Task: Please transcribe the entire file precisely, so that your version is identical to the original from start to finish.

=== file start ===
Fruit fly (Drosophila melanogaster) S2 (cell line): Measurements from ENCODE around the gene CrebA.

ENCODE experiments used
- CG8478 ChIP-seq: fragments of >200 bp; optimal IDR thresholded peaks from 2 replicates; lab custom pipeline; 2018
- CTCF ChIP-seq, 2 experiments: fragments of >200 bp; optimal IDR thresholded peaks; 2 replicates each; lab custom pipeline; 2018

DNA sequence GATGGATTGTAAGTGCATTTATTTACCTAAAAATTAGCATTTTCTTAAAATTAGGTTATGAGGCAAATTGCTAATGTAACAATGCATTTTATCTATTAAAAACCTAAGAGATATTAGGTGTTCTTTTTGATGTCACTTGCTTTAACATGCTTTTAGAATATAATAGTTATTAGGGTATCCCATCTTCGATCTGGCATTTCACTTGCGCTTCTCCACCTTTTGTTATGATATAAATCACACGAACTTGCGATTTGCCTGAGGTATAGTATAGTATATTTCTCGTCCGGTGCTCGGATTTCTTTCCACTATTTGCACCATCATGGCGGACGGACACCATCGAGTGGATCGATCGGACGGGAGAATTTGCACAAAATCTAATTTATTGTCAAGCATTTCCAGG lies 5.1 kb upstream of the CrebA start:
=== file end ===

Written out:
Fruit fly (Drosophila melanogaster) S2 (cell line): Measurements from ENCODE around the gene CrebA.

ENCODE experiments used
- CG8478 ChIP-seq: fragments of >200 bp; optimal IDR thresholded peaks from 2 replicates; lab custom pipeline; 2018
- CTCF ChIP-seq, 2 experiments: fragments of >200 bp; optimal IDR thresholded peaks; 2 replicates each; lab custom pipeline; 2018

DNA sequence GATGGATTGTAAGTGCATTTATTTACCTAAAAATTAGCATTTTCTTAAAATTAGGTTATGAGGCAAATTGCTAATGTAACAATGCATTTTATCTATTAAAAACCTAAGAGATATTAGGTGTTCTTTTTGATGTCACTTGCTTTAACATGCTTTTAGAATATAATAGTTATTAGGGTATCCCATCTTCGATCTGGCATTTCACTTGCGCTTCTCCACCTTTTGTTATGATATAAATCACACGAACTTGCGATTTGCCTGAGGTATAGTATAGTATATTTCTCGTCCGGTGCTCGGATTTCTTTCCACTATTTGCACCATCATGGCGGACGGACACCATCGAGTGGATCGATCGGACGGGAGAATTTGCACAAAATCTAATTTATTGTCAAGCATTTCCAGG lies 5.1 kb upstream of the CrebA start: